There is scarcely a cliché of the 1990s Hollywood thriller that is not
to be found in Switchback, written and directed by Jeb Stuart. By now,
the figure of the serial killer — so rare in nature, so common in the
movies — has become such a familiar one that a filmmaker like Stuart will
think nothing of insulting our intelligence with a specimen of the genre who
kills not for sexual thrills nor money nor any discernible reason at all but
just because it is in his job description. I beg your pardon (or you can stop
reading now) if you mean to waste your time and money on this nonsense and wish
to preserve whatever pathetic thrill it is you get from the undemanding task of
guessing whodunnit, but the bad guy here is a friendly old railroad worker
called Bob (Danny Glover). He turns out a sicko who kills by slicing through the
femoral arteries not of just of virginal maidens but (among others) old men who
have known and befriended him for years.

This is territory that even the Marquis de Sade never dreamed of. Of course
we’re not supposed to believe
it. This is the movies after all, and the point is simply to make the murderer
the least likely of the candidates for the job, at whatever cost in credibility.
We are also, and inevitably, provided with an alternative candidate (Jared
Leeto) — who, by the rules of movie serial killing, cannot have done it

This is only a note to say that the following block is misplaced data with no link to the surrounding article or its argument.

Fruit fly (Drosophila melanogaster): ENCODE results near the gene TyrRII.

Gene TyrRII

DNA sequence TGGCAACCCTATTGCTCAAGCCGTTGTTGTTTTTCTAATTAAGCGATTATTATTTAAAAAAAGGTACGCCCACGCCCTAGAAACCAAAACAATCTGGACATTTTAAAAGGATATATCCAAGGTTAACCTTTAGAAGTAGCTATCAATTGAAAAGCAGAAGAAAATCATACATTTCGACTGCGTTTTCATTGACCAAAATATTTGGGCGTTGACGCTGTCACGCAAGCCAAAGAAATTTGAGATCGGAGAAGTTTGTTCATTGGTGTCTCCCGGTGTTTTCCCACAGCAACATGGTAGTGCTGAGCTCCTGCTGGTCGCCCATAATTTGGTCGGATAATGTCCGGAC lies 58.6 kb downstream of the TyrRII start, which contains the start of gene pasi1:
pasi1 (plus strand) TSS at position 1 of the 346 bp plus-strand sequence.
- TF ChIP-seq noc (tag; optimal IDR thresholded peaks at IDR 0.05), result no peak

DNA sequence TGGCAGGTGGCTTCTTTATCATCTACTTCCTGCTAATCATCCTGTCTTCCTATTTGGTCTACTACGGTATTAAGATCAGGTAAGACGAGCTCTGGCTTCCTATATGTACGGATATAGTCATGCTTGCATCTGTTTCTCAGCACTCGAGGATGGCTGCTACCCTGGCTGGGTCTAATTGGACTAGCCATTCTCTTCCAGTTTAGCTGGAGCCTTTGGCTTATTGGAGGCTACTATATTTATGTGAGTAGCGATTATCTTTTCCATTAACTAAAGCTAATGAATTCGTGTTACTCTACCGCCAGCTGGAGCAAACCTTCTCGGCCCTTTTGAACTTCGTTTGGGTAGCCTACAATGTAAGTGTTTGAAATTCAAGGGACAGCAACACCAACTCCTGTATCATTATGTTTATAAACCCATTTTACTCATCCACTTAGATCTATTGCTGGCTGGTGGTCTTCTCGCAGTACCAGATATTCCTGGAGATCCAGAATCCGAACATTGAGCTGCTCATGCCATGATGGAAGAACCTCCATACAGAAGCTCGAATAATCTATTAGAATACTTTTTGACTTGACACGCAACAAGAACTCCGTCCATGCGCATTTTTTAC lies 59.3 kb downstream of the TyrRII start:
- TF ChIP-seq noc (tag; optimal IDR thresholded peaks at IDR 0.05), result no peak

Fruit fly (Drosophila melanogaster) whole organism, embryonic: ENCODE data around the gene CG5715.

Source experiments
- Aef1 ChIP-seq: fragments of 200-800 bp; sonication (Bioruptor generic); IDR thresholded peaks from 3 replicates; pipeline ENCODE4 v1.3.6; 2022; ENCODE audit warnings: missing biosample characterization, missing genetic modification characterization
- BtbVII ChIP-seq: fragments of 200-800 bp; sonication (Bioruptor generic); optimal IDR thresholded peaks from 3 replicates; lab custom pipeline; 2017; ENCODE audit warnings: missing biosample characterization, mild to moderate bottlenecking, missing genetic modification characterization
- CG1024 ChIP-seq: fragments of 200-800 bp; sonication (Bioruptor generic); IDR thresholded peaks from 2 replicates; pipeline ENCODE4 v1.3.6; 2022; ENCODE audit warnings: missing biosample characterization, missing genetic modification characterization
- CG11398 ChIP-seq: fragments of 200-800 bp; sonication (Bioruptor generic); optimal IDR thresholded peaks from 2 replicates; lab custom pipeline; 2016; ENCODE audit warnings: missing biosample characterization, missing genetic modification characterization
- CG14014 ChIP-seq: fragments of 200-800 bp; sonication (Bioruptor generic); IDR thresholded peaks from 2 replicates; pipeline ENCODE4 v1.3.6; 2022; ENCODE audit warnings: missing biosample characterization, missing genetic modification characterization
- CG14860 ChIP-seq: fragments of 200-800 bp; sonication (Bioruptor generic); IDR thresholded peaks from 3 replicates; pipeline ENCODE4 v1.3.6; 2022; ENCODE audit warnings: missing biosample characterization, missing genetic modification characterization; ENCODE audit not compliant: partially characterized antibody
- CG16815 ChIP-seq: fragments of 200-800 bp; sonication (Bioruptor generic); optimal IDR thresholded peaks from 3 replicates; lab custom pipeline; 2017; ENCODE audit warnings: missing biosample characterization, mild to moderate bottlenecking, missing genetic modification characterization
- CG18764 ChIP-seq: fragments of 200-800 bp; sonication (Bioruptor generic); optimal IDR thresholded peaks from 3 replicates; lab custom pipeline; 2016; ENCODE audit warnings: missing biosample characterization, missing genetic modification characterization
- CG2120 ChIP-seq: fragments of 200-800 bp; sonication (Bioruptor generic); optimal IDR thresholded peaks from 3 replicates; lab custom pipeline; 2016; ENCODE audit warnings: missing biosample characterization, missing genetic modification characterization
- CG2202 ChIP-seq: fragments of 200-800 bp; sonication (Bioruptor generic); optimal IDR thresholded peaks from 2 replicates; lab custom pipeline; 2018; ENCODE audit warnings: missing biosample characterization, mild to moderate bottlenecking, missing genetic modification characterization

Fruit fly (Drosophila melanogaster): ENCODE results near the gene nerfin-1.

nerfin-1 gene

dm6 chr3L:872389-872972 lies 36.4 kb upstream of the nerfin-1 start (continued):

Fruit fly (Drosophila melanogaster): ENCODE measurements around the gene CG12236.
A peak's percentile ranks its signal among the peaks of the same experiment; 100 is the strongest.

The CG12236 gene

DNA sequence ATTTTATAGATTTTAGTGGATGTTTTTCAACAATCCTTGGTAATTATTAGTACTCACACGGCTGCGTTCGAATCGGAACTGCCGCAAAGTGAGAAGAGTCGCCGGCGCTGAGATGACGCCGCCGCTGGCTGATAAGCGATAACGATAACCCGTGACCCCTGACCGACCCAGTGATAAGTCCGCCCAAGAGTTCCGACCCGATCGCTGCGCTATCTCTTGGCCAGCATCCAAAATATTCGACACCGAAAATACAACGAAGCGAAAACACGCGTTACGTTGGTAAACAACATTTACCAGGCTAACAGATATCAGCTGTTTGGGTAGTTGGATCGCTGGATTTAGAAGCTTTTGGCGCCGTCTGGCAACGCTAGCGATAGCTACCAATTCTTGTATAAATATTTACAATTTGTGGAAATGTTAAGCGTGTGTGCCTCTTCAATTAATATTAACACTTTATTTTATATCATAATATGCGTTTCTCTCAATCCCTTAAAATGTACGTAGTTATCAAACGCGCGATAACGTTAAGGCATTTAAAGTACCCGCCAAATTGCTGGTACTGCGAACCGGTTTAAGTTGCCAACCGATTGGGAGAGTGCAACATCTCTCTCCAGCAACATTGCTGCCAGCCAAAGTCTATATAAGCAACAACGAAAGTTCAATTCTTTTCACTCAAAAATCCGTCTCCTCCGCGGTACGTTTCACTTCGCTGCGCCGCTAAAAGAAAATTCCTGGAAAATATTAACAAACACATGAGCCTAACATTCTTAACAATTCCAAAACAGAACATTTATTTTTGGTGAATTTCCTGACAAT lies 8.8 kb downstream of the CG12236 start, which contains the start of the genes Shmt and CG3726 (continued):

because he so obviously must have done it — and a renegade FBI agent called
Frank LaCrosse (Dennis Quaid) who risks his career to pursue the killer (the
typically cretinous FBI has closed the case) because the latter has kidnapped
his son
! Being a playful kind of guy — as movie serial killers generally
are and real ones generally
aren’t — Bob then sends LaCrosse
cryptic messages containing clues, undecipherable by anyone except movie-cops,
as to where he may be found.

“He turned it into a damn game on
you,” says the fatherly Texas sheriff
called Buck Olmstead (R. Lee Ermey) who helps Frank at a crucial moment when he
is on the run from his FBI colleagues and towards an inevitably dramatic
confrontation with the killer. Buck even chooses to lose his bid for re-election
rather than detain poor Frank at the behest of the feds. That may not be quite
as ridiculously unbelievable as Danny Glover playing a serial killer, but it
comes pretty close. Like his killer, Stuart has turned his handiwork into a damn
game on us, but it is not a game many will find it amusing to play.

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